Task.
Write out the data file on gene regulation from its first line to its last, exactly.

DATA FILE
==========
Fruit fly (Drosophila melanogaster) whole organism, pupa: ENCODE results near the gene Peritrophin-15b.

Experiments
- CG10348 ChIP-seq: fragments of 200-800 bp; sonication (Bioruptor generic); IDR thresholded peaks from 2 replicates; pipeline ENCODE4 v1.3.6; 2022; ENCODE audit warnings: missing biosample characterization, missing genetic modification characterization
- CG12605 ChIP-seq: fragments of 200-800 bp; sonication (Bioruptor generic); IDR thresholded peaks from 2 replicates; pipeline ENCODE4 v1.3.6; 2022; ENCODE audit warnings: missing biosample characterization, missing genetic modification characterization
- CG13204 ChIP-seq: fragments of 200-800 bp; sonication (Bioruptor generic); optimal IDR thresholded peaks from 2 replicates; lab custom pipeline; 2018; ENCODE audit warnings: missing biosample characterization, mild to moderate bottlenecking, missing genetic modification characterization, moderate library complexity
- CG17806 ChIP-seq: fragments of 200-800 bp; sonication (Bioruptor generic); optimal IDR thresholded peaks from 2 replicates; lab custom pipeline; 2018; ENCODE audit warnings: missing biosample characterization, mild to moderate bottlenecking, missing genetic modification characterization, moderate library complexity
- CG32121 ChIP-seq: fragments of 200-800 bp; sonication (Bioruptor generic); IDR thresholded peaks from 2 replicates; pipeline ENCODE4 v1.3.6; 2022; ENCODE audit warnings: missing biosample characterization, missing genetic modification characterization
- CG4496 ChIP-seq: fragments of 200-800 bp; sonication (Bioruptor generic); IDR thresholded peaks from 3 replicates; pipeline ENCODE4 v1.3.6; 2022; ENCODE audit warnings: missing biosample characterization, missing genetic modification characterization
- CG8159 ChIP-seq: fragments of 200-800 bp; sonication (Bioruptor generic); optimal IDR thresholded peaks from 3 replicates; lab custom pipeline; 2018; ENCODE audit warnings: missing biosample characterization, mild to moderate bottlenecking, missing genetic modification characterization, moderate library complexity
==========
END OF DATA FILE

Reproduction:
Fruit fly (Drosophila melanogaster) whole organism, pupa: ENCODE results near the gene Peritrophin-15b.

Experiments
- CG10348 ChIP-seq: fragments of 200-800 bp; sonication (Bioruptor generic); IDR thresholded peaks from 2 replicates; pipeline ENCODE4 v1.3.6; 2022; ENCODE audit warnings: missing biosample characterization, missing genetic modification characterization
- CG12605 ChIP-seq: fragments of 200-800 bp; sonication (Bioruptor generic); IDR thresholded peaks from 2 replicates; pipeline ENCODE4 v1.3.6; 2022; ENCODE audit warnings: missing biosample characterization, missing genetic modification characterization
- CG13204 ChIP-seq: fragments of 200-800 bp; sonication (Bioruptor generic); optimal IDR thresholded peaks from 2 replicates; lab custom pipeline; 2018; ENCODE audit warnings: missing biosample characterization, mild to moderate bottlenecking, missing genetic modification characterization, moderate library complexity
- CG17806 ChIP-seq: fragments of 200-800 bp; sonication (Bioruptor generic); optimal IDR thresholded peaks from 2 replicates; lab custom pipeline; 2018; ENCODE audit warnings: missing biosample characterization, mild to moderate bottlenecking, missing genetic modification characterization, moderate library complexity
- CG32121 ChIP-seq: fragments of 200-800 bp; sonication (Bioruptor generic); IDR thresholded peaks from 2 replicates; pipeline ENCODE4 v1.3.6; 2022; ENCODE audit warnings: missing biosample characterization, missing genetic modification characterization
- CG4496 ChIP-seq: fragments of 200-800 bp; sonication (Bioruptor generic); IDR thresholded peaks from 3 replicates; pipeline ENCODE4 v1.3.6; 2022; ENCODE audit warnings: missing biosample characterization, missing genetic modification characterization
- CG8159 ChIP-seq: fragments of 200-800 bp; sonication (Bioruptor generic); optimal IDR thresholded peaks from 3 replicates; lab custom pipeline; 2018; ENCODE audit warnings: missing biosample characterization, mild to moderate bottlenecking, missing genetic modification characterization, moderate library complexity